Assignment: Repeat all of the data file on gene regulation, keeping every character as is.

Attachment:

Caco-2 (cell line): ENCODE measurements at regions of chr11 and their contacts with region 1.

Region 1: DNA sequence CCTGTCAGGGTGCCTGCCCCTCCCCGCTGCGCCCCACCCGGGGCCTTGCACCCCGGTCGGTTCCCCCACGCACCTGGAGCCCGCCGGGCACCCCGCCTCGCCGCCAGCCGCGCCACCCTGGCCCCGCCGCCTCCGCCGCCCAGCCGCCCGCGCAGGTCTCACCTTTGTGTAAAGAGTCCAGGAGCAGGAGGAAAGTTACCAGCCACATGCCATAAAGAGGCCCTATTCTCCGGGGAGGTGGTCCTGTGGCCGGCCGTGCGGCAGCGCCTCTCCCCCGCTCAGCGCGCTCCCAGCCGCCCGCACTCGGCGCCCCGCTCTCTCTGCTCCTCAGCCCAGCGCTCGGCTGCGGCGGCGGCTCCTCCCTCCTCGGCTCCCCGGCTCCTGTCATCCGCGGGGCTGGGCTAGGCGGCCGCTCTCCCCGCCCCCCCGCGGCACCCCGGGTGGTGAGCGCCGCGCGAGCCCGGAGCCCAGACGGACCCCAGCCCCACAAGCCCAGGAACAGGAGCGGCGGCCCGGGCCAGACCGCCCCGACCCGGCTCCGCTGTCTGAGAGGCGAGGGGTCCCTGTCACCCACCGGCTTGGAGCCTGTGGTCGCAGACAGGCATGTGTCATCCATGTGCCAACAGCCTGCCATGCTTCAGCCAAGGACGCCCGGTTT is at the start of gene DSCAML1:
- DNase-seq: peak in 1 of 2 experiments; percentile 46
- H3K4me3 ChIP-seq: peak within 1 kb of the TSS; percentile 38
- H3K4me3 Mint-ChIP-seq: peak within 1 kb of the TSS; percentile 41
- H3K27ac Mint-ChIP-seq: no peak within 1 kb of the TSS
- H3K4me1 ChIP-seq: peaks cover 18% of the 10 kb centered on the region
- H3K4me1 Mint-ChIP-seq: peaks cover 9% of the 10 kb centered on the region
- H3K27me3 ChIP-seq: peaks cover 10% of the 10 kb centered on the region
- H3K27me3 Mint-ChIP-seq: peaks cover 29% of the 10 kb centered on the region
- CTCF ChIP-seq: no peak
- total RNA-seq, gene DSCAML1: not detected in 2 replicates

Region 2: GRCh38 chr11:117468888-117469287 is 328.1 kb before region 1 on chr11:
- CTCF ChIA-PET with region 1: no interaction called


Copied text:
Caco-2 (cell line): ENCODE measurements at regions of chr11 and their contacts with region 1.

Region 1: DNA sequence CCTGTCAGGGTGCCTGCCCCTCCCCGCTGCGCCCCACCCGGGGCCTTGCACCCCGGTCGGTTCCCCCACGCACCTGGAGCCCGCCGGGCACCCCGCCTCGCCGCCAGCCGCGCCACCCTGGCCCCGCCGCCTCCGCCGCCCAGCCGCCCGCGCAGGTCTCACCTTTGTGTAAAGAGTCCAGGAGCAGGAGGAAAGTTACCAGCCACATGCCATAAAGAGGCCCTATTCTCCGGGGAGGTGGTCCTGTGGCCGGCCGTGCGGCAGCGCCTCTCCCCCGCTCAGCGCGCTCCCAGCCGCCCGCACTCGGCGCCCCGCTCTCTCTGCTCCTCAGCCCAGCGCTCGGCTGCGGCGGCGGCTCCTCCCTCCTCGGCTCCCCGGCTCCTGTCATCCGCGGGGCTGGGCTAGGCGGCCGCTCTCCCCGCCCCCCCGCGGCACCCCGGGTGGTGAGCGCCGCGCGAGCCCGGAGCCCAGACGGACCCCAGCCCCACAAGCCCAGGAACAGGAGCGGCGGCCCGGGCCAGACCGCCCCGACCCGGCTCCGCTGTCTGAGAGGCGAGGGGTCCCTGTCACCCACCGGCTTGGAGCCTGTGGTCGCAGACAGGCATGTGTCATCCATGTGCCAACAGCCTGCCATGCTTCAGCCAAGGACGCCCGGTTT is at the start of gene DSCAML1:
- DNase-seq: peak in 1 of 2 experiments; percentile 46
- H3K4me3 ChIP-seq: peak within 1 kb of the TSS; percentile 38
- H3K4me3 Mint-ChIP-seq: peak within 1 kb of the TSS; percentile 41
- H3K27ac Mint-ChIP-seq: no peak within 1 kb of the TSS
- H3K4me1 ChIP-seq: peaks cover 18% of the 10 kb centered on the region
- H3K4me1 Mint-ChIP-seq: peaks cover 9% of the 10 kb centered on the region
- H3K27me3 ChIP-seq: peaks cover 10% of the 10 kb centered on the region
- H3K27me3 Mint-ChIP-seq: peaks cover 29% of the 10 kb centered on the region
- CTCF ChIP-seq: no peak
- total RNA-seq, gene DSCAML1: not detected in 2 replicates

Region 2: GRCh38 chr11:117468888-117469287 is 328.1 kb before region 1 on chr11:
- CTCF ChIA-PET with region 1: no interaction called